Baltic treasures

  • 2005-08-03
One of the known pleasures of driving through the countryside in this part of the world is the vast number of castles and manor houses one encounters. And it seems that each one is more amazing and rich in history than the last. How to highlight a gem among gems? How to establish the best example of Baltic beauty? With such historic and architectural variation, it would be impossible to narrow the selection down to one castle that stands out among the crowd. In an effort to cross times, locations, styles and ages, TBT staff has compiled a list of some of the castles worth visiting in the Baltics. But be forewarned -there are many that have been left out of this list. Let this list simply be a spark to explore the region and find a gem of your own.


The Bauska region of Latvia has a mini France hidden in its vast fields. Built between 1738 and 1740, Rundales Castle with its enchanting baroque aura and fragile pompousness of the rococo interior is so Versaille-like that it almost doesn't feel Latvian. The castle was a caprice of the last duke of Kurzeme, Ernest Johan Biron who ordered Rastrelli to create a summer residence. Luckily, the castle didn't suffer great damage during the war period and has retained the medley of styles it has acquired as each proprietor put their mark on it. Never particularly crowded, one has the freedom to amble through the endless enfilades and soak up the splendid decor in a tranquil atmosphere. The promenades in the French garden and along the park alleys give you the feeling of supreme aristocratic peacefulness. The restaurant, where the service is in the hands of servants dressed in period costume, serves up recipes that have preserved the old traditions. Undoubtedly, Rundales is a must on your castle itinerary.


Once upon a time, a man named Johan murdered his brother in order to win the heart of the woman they both loved. But despite marrying the woman of his dreams, the bloodstain, hidden behind the fireplace, was to doom his existence… This story and many others find a home in the medieval castle at Edole. This castle has the most anarchistic history imaginable. Since being built as a massive fortress in the late 13th century, the castle has succumbed to many chaotic architectural additions. These changes saw Edole go from a representative minor duke's household to a neo-gothic pearl with an English park. Then it almost completely burnt down and like all good castles, was restored again. But despite the changes, it has preserved the majestic medieval tower and a real atmosphere of mystery. When visiting Kuldiga you can stay at the little hotel in the castle where the palpable feeling of a friendly ghost is sure to be felt by even the biggest sceptics.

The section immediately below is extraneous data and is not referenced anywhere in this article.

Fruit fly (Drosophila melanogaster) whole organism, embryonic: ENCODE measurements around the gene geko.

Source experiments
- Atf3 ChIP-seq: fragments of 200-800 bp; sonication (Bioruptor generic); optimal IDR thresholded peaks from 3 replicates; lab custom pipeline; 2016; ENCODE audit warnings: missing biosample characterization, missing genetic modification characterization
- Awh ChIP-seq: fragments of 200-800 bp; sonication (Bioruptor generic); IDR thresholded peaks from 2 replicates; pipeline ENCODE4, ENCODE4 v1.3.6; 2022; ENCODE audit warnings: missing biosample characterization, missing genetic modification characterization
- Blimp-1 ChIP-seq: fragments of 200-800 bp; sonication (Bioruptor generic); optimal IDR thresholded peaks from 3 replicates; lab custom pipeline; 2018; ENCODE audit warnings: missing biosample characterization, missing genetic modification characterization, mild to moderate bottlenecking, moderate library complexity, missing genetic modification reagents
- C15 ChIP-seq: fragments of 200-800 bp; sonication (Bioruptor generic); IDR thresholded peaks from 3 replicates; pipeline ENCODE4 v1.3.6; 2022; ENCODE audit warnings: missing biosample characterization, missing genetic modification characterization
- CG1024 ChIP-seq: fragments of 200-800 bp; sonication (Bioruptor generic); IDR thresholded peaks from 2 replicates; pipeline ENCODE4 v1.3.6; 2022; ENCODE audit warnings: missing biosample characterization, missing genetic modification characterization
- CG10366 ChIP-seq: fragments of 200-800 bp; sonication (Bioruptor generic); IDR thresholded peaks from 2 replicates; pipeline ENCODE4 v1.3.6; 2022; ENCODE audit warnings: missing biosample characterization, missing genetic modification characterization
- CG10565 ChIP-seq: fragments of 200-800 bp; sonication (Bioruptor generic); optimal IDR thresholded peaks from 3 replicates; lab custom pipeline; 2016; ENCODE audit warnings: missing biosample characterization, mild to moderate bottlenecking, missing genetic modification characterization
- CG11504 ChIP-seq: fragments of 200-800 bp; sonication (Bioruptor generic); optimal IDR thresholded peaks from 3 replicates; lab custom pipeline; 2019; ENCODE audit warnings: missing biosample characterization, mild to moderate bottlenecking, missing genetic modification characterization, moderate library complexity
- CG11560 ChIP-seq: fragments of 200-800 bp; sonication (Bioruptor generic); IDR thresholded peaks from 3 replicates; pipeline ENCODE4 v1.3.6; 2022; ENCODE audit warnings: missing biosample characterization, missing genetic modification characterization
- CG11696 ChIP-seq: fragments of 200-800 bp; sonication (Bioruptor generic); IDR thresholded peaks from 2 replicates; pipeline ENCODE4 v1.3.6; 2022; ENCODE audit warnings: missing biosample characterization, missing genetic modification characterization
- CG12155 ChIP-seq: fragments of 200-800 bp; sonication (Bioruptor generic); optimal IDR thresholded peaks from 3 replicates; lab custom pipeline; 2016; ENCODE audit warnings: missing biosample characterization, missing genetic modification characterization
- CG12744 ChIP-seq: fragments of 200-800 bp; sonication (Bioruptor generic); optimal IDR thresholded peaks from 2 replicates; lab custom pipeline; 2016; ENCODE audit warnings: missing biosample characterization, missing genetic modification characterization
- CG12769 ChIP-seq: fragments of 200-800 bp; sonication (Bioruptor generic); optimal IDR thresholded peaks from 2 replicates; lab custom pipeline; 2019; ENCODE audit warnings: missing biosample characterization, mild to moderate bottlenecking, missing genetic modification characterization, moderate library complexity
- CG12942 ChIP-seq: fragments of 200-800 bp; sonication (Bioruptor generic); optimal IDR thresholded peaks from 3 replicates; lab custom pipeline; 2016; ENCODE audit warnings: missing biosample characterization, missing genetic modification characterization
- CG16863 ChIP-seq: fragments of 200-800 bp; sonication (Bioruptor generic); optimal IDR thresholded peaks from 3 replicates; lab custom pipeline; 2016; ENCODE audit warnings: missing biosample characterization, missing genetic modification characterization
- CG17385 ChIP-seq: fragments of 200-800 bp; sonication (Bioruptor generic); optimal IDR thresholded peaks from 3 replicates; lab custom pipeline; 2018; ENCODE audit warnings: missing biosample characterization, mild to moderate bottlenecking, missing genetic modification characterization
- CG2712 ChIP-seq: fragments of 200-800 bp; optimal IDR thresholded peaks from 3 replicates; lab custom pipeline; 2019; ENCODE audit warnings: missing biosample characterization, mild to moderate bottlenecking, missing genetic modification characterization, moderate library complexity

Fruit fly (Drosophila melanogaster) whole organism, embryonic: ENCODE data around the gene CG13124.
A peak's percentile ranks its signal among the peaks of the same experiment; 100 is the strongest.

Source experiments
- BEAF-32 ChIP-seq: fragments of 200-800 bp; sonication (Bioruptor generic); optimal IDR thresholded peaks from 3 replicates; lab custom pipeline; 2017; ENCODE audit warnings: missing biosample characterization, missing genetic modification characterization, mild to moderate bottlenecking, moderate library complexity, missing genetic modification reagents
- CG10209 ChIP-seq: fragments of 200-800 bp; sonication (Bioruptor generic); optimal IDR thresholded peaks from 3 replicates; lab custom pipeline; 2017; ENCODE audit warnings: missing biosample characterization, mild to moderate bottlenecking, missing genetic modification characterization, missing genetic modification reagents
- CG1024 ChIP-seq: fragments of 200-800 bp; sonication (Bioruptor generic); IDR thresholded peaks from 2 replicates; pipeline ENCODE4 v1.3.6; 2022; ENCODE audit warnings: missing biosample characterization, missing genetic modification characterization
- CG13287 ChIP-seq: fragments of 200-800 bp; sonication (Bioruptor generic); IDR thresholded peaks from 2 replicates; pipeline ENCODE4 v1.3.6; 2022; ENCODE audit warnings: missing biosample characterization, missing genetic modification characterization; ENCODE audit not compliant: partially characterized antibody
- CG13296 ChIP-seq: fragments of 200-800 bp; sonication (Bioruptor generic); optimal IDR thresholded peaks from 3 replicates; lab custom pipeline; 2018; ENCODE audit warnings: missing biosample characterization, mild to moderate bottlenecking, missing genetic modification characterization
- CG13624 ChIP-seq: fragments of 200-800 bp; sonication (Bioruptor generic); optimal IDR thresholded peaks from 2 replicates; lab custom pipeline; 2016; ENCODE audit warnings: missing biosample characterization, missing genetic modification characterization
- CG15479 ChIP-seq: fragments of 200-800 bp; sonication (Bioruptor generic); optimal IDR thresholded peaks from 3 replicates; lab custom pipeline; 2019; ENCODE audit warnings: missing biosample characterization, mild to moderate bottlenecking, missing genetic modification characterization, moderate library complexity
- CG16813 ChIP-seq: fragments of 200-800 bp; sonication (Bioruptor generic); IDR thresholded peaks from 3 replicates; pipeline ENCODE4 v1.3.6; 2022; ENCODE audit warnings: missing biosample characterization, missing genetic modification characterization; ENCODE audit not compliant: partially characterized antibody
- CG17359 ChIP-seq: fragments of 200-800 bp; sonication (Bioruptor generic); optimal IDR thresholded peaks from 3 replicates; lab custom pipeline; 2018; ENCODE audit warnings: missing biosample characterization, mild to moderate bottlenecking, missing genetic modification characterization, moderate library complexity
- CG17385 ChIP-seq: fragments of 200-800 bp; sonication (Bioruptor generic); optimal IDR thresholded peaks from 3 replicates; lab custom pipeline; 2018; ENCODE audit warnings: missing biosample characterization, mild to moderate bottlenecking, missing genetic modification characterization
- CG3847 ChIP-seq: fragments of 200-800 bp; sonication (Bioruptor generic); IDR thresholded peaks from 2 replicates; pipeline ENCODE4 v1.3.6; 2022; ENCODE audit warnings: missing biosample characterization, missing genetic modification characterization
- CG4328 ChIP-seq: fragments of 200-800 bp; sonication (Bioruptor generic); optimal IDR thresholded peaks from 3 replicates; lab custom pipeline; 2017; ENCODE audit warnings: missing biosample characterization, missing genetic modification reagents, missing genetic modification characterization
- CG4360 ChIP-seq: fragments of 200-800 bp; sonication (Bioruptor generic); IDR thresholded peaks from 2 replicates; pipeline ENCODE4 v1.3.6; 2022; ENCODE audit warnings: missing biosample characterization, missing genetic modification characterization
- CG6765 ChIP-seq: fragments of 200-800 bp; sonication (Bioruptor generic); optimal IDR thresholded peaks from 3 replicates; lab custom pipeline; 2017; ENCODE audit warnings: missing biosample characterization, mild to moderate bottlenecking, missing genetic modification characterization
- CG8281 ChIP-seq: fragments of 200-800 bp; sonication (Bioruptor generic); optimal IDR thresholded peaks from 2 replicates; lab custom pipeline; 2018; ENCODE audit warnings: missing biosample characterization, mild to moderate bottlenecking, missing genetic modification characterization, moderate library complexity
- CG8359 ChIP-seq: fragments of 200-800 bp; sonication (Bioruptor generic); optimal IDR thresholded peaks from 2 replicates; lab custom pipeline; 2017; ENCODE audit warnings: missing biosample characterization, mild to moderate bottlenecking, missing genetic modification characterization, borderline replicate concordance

Dating back to the 12th century, the picturesque Trakai Castle is chronicled as the ancient capital of Lithuania. Only 30 kilometers from Vilnius, Trakai now has become the foremost tourist attraction in the area.

Trakai was the center of politics and defense for the Grand Duchy of Lithuania. Surrounded by several lakes the castle's defense system was determined by the natural environment. After the Zalgiris Battle in 1410 and the crushing of the Teutonic Order, Trakai became the official residence of the Grand Dukes of Lithuania.

The town of Trakai has a long history of being a haven for tolerance and understanding. Various multinational communities including Germans, Russians, Karaims and Tartars have settled together here. Peaceful coexistence of different cultures has been a feature of Trakai for many years.

In its later life, the castle served as a prison before being destroyed in 1655 during the war with Moscow. It has suffered throughout the years 's especially in war times.